Taki MaiTaki Mai

By Zane Yoshida

Olympic Golds and Kava Bowls

It may have escaped your attention with all the excitement and ceremony of the Olympics in Rio back in August; but a small island nation won its first Olympic medals ever.

That nation was Fiji and we didn’t just win medals – we won golds!

As all Fijians are aware by now, our Sevens Rugby team did the nation proud by beating Great Britain in the final of the tournament to bring home gold for Fiji!

Fiji has sent athletes to the Olympics since Melbourne in 1956, but we had never previously won a medal. So if you’re reading this from the U.S., where your nation hauled home a massive 47 gold medals, spare a little ripple of applause for us!

Wild celebrations – over the kava bowl

The victory in the final sparked wild celebrations in Fiji; or as wild as things can get when the kava bowl is in play!

As you know, kava has a relaxing and calming effect, but these qualities were put to the test after the final, in which Fiji hammered Great Britain 43-7.

It certainly was a proud and emotional moment for all Fijians, as the 12 squad members received their gold medals from Princess Anne in the stadium in Rio.

As the medals were presented to the team, some people were surprised to see each Fijian player kneeling on the podium, and clapping three times out of respect for the Princess. This is a gesture normally reserved for a kava ceremony, when it is traditional for Fijians to clap three times after drinking a shell of kava, as a sign of respect.

In the national stadium in Suva, thousands of Fijians gathered to watch the historic match and to cheer the boys on from the other side of the Pacific.

And how did Fijians celebrate the win?

According to Maori Television, the kava was flowing  for former Fijian rugby captain Deacon Manu and many Fijians alike:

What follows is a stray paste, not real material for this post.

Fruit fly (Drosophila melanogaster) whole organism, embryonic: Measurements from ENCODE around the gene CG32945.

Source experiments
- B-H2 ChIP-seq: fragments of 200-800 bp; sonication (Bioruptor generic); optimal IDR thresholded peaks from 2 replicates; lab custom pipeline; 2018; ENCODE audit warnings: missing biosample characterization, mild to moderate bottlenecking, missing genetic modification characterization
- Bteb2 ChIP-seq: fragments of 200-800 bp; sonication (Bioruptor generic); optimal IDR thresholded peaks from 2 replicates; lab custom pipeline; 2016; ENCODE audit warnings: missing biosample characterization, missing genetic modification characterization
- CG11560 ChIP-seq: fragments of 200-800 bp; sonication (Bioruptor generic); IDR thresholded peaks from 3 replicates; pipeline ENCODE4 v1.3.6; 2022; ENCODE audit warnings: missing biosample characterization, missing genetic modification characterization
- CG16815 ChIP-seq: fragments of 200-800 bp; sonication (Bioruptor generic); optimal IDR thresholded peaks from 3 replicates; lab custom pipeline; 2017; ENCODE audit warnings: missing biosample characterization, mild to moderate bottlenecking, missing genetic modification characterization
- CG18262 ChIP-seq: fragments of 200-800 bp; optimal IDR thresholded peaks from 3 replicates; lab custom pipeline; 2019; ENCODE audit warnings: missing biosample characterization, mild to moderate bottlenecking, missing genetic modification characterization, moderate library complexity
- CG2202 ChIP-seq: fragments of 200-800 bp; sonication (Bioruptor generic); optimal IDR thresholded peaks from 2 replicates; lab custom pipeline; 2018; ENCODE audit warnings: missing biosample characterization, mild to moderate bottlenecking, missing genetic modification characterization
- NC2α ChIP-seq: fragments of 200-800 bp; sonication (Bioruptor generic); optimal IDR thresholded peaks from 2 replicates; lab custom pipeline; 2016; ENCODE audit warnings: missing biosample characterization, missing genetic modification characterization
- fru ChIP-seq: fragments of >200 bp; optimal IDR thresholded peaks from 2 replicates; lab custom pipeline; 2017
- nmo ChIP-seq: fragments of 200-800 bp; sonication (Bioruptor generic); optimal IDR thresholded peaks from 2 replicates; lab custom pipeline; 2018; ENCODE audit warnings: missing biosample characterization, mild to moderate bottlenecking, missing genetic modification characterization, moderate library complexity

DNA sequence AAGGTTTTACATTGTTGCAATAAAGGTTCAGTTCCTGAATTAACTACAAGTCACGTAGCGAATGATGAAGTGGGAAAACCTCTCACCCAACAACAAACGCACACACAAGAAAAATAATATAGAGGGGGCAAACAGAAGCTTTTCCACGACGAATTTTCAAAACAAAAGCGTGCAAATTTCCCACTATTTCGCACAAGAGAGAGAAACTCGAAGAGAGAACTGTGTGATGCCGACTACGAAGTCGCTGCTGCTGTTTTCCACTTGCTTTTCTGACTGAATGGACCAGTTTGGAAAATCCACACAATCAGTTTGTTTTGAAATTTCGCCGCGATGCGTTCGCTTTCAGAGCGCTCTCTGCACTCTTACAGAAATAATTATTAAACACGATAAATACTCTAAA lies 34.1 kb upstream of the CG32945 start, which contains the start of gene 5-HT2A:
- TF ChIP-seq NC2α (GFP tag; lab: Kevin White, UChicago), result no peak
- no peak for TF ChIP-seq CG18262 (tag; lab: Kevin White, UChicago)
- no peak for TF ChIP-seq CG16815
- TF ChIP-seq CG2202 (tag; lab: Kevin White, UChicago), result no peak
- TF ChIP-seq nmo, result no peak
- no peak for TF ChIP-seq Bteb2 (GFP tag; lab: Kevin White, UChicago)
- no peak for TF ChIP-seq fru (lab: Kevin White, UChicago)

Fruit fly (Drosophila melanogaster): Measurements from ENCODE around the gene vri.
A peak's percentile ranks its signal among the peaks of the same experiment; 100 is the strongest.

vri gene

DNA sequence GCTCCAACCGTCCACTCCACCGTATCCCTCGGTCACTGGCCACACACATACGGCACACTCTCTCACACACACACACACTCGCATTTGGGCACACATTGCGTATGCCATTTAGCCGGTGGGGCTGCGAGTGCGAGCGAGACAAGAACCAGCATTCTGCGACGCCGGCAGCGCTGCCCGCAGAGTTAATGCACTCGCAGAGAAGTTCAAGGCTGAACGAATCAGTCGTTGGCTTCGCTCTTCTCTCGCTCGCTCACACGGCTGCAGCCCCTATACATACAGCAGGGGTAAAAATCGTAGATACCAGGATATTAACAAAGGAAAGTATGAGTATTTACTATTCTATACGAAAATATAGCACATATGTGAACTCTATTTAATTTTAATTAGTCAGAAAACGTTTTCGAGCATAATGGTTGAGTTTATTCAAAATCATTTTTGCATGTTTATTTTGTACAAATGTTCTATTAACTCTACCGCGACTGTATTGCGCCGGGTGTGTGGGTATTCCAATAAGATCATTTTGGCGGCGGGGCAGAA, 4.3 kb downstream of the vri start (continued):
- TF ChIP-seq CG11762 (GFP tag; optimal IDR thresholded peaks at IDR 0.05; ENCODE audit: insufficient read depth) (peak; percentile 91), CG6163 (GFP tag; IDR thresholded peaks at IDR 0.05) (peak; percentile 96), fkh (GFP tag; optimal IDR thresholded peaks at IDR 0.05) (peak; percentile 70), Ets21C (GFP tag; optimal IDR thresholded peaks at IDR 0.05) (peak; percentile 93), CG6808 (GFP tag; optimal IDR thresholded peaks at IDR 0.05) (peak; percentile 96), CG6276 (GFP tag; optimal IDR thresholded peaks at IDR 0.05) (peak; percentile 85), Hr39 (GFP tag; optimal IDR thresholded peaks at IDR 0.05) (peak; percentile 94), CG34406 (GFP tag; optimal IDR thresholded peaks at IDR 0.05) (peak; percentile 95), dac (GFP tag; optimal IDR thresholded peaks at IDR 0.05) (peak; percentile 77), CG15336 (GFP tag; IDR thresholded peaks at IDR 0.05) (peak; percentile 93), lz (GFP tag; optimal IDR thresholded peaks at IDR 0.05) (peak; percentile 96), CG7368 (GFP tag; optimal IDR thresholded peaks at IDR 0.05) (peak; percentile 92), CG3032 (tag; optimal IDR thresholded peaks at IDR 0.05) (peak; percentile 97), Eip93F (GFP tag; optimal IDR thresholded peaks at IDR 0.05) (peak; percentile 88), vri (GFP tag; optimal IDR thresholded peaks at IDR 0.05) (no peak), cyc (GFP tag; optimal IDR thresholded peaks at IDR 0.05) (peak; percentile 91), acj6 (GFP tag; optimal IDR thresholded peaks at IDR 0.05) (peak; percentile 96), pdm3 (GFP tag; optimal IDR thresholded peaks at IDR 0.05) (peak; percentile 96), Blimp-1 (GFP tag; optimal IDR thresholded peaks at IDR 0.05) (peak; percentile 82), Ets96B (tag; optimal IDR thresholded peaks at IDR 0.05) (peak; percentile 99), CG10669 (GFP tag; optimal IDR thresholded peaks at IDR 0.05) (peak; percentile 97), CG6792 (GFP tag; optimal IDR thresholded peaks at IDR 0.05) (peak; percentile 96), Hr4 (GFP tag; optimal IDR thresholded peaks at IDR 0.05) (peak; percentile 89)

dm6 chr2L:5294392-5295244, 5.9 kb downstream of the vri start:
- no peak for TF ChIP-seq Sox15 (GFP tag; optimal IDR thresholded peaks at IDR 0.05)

“The communities all around the world, the Fijian communities that I’ve touched base with, many around the world, and they’re all in full party mode and the kava is flowing like water at the moment to celebrate the victory.”

Prime Minister Frank Bainimarama congratulated the team too, saying,

“A wonderful reception awaits our boys when they arrive back in Fiji. Never before has the Fijian spirit soared so high as it does today. Never have we stood so tall as a nation. So let us rededicate ourselves to the task of building our beloved Fiji. One nation, one people, playing an even greater role in the region and the world.”

Well done Fiji. We’re proud of you!

By Zane Yoshida

The Ever-Present Kava Bowl: From Politics to Rugby to Surf

Whenever and wherever there is an important event or an esteemed guest arriving in Fiji, a kava bowl won’t be far away. And the more important the guest the larger the kava ceremony.

In the past few weeks, there have been several important events and visitors to the country – and all have received the ‘kava treatment’.

A kava comment causes a stir

First there was the opening of the 2016 World Surf League Fiji Pro tournament in Namotu, Tuvarua. The close relationship between kava and surfing is something that I wrote about previously in this post.

Then the New Zealand Prime Minister, John Key, recently took up an offer from the Fijian Prime Minister, Frank Bainimarama, to visit Fiji.

He was welcomed in Suva by a 100-strong Guard of Honour and a traditional welcoming ceremony, where he drank kava and was represented with a traditional whale’s tooth.

His visit represented the first visit by a New Zealand Prime Minister in the past decade. Despite having their differences in the past, everything was as cordial as expected around the kava bowl. But all eyes were on the Key’s reaction to the kava…

On a previous visit to the South Pacific in 2010, Keys described the taste of kava as a mixture of muddy water and liniment and then, in answer to the question about what he thought of kava from Vanuata, he replied with the following (to every Fijian’s dismay):

“At the risk of offending them, slightly better than the Fijian kava, and on a par with Samoa.”

Fijian kava is known for its high quality, so this comment caused widespread raising of eyebrows around the Fijian islands, and probably didn’t endear Key to the majority of Fijians.

It was good to see that, though he may not be a kava lover, he still downed a shell from the kava bowl on this visit – as you can see by the picture. But he kept his thoughts on the taste of kava private this time!

Rugby balls and kava bowls

Bill Beaumont, the incoming chairman of World Rugby, was also in town for a committee meeting – the first ever in Fiji, since the World Rugby body was established in 1886!

Beaumont met with the Fijian Prime Minister at the Sofitel Fiji Resort and Spa and was treated, of course, to a traditional Fijian welcoming ceremony around the kava bowl.

As you can see just from the past few weeks, the kava bowl is an ever-present fixture in Fiji – from the halls of government, to the rugby field and out on the sea!

Have you had your shot of kava today?

Olympic Golds and Kava Bowls
The Ever-Present Kava Bowl: From Politics to Rugby to Surf